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Faults: A USGS Teacher's Lesson

slightly modified by Richard Sedlock from USGS Learning Web

An earthquake is a sudden movement of the Earth caused by the abrupt release of strain that has accumulated over a long time. The forces of plate tectonics cause huge slabs of lithosphere to slowly move over, under, and past each other. Sometimes the movement is gradual. At other times, the slabs are locked together, unable to release the accumulating energy. When the accumulated energy becomes larger than the friction holding the sides together, the sides break free. An earthquake in a populated area may cause many deaths and injuries and extensive property damage.

Geologists are able to estimate the locations, size, and probability of future damaging earthquakes, but predicting when an earthquake will occur is not and may never be possible. Geologists and engineers have identified soil types that pose the greatest hazard to human structures, and are working to design structures that can withstand the effects of earthquakes.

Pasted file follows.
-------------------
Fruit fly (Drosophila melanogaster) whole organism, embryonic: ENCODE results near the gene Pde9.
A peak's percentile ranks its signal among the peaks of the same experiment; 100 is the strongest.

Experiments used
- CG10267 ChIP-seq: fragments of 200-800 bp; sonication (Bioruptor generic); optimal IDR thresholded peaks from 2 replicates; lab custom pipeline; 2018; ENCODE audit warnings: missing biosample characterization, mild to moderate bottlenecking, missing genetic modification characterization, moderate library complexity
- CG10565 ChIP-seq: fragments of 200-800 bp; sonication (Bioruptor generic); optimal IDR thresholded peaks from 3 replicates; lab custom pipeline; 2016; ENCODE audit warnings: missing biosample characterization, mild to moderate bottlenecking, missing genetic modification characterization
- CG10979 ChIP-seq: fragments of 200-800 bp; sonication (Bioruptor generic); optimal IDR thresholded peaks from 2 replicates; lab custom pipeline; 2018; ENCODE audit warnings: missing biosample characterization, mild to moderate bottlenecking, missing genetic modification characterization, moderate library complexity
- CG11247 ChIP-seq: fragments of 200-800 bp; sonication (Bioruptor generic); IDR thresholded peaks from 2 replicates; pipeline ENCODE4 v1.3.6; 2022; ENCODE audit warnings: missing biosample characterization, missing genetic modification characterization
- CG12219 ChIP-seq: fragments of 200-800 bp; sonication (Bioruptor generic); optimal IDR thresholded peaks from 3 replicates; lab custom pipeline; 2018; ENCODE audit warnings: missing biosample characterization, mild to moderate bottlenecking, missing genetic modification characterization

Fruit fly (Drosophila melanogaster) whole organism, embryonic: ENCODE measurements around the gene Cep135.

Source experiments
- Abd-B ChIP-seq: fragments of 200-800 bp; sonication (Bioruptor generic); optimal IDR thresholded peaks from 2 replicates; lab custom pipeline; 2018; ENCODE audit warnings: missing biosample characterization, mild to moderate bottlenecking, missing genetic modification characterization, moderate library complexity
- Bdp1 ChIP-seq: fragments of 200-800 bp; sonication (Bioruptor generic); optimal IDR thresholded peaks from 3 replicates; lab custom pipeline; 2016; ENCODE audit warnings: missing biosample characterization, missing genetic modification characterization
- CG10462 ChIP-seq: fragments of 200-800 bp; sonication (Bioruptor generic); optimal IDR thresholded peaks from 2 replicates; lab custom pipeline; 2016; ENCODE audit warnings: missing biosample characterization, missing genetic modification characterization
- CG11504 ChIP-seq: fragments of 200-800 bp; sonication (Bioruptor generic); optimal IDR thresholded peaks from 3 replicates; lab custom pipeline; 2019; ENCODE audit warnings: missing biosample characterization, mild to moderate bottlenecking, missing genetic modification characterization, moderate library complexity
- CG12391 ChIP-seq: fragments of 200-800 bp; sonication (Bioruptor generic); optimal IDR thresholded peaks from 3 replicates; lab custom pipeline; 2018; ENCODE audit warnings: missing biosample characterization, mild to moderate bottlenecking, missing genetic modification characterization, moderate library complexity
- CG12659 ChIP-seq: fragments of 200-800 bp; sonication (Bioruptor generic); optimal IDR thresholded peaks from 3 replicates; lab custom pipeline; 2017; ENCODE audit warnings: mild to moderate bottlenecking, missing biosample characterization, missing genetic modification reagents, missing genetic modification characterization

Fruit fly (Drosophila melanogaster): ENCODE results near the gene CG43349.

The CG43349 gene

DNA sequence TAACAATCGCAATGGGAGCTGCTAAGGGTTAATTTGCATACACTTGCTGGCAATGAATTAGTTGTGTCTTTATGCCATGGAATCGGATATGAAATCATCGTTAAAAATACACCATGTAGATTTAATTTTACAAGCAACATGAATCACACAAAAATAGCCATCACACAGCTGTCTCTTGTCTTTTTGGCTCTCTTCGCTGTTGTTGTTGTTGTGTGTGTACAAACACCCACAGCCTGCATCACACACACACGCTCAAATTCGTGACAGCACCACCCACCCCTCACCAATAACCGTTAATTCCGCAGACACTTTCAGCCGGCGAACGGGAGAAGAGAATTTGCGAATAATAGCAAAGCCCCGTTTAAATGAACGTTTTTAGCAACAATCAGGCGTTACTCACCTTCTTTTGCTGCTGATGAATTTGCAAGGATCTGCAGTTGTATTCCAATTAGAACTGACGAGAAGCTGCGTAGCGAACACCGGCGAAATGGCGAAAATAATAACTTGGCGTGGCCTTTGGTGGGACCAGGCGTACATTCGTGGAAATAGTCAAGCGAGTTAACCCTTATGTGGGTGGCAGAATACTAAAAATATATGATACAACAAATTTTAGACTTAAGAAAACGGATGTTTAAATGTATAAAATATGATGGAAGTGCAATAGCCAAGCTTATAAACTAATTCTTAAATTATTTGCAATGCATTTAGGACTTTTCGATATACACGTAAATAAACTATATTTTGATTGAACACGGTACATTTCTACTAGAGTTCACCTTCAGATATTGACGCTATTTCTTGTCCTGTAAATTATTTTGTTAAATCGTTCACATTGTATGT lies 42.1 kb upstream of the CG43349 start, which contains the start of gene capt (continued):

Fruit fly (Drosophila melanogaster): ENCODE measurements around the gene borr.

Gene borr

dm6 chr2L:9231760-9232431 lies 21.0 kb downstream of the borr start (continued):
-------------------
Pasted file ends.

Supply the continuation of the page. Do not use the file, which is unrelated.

Students will observe fault movements on a model of the earth's surface.

Time Needed
1 or 2 class periods

Materials Needed

Per class

  • Physiographic map of the world

Per group

  • Crayons or colored pencils
  • Scissors
  • Tape or glue
  • Metric ruler
  • Card stock or construction paper
  • Fault Model Sheet


  1. Have students work in pairs or small groups.
  2. Display the fault models in the classroom after the activity.
  3. An excellent world physiographic map showing the ocean floor can be obtained from the National Geographic Society.

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updated January 28, 2002

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